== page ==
Biologists beat back death in fruit flies. Humans next?
Researchers at the University of California, Los Angeles (UCLA) have figured out a way to extend the life of female fruit flies by 20 percent by manipulating what the school has called a "cellular time machine." The biologists who carried out the work are hopeful that their findings will have implications for human aging and help fight off age-related diseases like Alzheimer's and Parkinson's.
The researchers focused on mitochondria, tiny structures that act a bit like digestive organs inside our cells. These "cellular power plants" take the chemicals and oxygen in our systems provided through food and respiration, and convert them into a molecule known as ATP, which the cell can then use as food. When mitochondria age however, they can become damaged and build up in the body, creating a toxic environment conducive to disease formation.
In the research, UCLA biologists studied the mitochondria in fruit flies and figured out that as the insects reach middle age – which, for a fruit fly, is about one month old – their mitochondria change shape, making it tough for their cells to clear them out when the organelles are no longer functioning properly.
"We think the fact that the mitochondria become larger and elongated impairs the cell's ability to clear the damaged mitochondria," said David Walker, a UCLA professor of integrative biology and physiology, and the study's senior author. "And our research suggests dysfunctional mitochondria accumulate with age, rather than being discarded."
So the scientists gave the flies a hand by increasing a protein called Drp1 for one week when they reached 30 days of age. The result was that the damaged mitochondria was broken up into smaller pieces that the flies were able to expel from their cells. This not only led female flies to live about 20 percent longer and male flies to live about 12 percent longer than their typical two-month lifespans, but the researchers also found that the flies had increased energy levels and endurance.
What's more, the boost in Drp1 also held off a condition in which the flies get leaky intestines about a week before they die. The condition is not only a precursor to death in fruit flies but it has also been implicated in the death of monkeys, worms and mice.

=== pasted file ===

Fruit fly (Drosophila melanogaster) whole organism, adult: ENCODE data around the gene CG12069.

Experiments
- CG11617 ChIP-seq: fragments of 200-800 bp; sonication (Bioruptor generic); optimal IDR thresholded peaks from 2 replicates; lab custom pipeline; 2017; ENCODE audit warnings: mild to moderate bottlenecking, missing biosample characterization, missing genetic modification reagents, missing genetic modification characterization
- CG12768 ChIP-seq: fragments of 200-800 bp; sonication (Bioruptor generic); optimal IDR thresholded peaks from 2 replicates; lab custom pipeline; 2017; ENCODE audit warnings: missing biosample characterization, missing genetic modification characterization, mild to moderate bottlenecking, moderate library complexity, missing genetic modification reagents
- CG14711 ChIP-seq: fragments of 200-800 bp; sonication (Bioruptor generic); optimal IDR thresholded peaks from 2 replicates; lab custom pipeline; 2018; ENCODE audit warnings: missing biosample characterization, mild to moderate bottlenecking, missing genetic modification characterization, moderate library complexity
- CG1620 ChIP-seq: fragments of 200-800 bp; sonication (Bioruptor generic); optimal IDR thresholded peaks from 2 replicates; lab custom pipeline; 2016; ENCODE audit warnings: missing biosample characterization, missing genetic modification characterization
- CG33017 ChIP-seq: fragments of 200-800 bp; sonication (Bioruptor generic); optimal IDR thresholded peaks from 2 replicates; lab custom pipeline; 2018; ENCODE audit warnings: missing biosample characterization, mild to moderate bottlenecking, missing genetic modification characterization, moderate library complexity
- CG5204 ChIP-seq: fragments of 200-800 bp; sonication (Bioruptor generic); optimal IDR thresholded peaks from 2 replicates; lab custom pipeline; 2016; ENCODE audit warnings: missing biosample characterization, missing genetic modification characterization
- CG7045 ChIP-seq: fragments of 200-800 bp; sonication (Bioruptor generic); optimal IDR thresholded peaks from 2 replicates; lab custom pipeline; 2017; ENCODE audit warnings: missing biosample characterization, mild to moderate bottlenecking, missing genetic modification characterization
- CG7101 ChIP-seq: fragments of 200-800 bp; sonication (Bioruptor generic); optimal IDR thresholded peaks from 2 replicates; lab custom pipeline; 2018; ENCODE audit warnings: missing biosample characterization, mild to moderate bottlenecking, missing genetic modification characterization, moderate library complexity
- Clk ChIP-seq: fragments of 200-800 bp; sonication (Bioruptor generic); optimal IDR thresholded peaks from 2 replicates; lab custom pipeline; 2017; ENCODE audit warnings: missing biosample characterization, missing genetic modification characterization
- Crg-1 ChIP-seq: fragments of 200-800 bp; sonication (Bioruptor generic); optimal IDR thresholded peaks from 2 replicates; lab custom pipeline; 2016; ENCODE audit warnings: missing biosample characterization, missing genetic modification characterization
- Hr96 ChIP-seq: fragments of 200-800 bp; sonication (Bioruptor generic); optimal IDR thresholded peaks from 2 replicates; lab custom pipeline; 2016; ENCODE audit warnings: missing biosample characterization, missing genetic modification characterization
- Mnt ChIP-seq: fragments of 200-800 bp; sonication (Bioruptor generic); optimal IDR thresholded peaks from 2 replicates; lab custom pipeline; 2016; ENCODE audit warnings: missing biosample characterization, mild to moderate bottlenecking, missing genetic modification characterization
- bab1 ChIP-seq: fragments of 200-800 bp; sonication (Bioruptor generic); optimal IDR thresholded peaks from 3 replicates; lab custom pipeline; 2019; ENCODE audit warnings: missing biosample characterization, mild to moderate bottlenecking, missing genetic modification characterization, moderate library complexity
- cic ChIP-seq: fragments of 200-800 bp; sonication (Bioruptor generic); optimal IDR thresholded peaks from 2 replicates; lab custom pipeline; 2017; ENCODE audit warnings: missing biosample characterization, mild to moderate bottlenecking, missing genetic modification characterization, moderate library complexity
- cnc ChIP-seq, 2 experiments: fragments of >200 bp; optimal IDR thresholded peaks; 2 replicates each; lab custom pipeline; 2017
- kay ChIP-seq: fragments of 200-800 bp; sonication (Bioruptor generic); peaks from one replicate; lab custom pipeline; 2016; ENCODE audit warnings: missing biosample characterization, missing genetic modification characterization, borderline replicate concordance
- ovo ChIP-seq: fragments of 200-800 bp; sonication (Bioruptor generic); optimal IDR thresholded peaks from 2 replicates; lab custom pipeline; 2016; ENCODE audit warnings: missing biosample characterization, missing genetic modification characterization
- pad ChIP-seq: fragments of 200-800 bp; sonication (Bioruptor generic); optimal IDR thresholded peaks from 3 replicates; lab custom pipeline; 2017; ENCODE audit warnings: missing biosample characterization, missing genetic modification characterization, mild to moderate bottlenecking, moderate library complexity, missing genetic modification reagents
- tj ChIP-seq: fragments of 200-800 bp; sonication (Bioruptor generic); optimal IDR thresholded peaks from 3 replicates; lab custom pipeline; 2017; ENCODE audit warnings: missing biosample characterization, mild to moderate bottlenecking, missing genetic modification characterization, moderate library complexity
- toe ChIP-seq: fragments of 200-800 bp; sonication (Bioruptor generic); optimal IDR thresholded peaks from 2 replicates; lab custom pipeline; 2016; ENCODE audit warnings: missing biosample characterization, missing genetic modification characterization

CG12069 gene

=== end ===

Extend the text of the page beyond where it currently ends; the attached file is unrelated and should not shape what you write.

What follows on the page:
"It's like we took middle-aged muscle tissue and rejuvenated it to youthful muscle," said Walker. "We actually delayed age-related health decline. And seven days of intervention was sufficient to prolong their lives and enhance their health."
The biologists also further experimented with a protein called Mfn, which keeps mitochondria from clumping together and getting too big for cells to deal with. When they turned its production off in the flies, they saw similar benefits in terms of health and life extension.
"You can either break up the mitochondria with Drp1 or prevent them from fusing by inactivating Mfn," said Anil Rana, a UCLA project scientist and the study's lead author. "Both have the same effect: making the mitochondria smaller and extending lifespan."
The team hopes that it may eventually be possible to create a drug that would work in the same way as the proteins to not only extend and improve the lives of humans, but to help stave off age-related diseases. Walker points to the fact that the treatment worked so fast as a major plus, considering that it could lessen the negative effects often associated with the long-term use of pharmaceuticals.
The findings have been reported in the journal Nature Communications.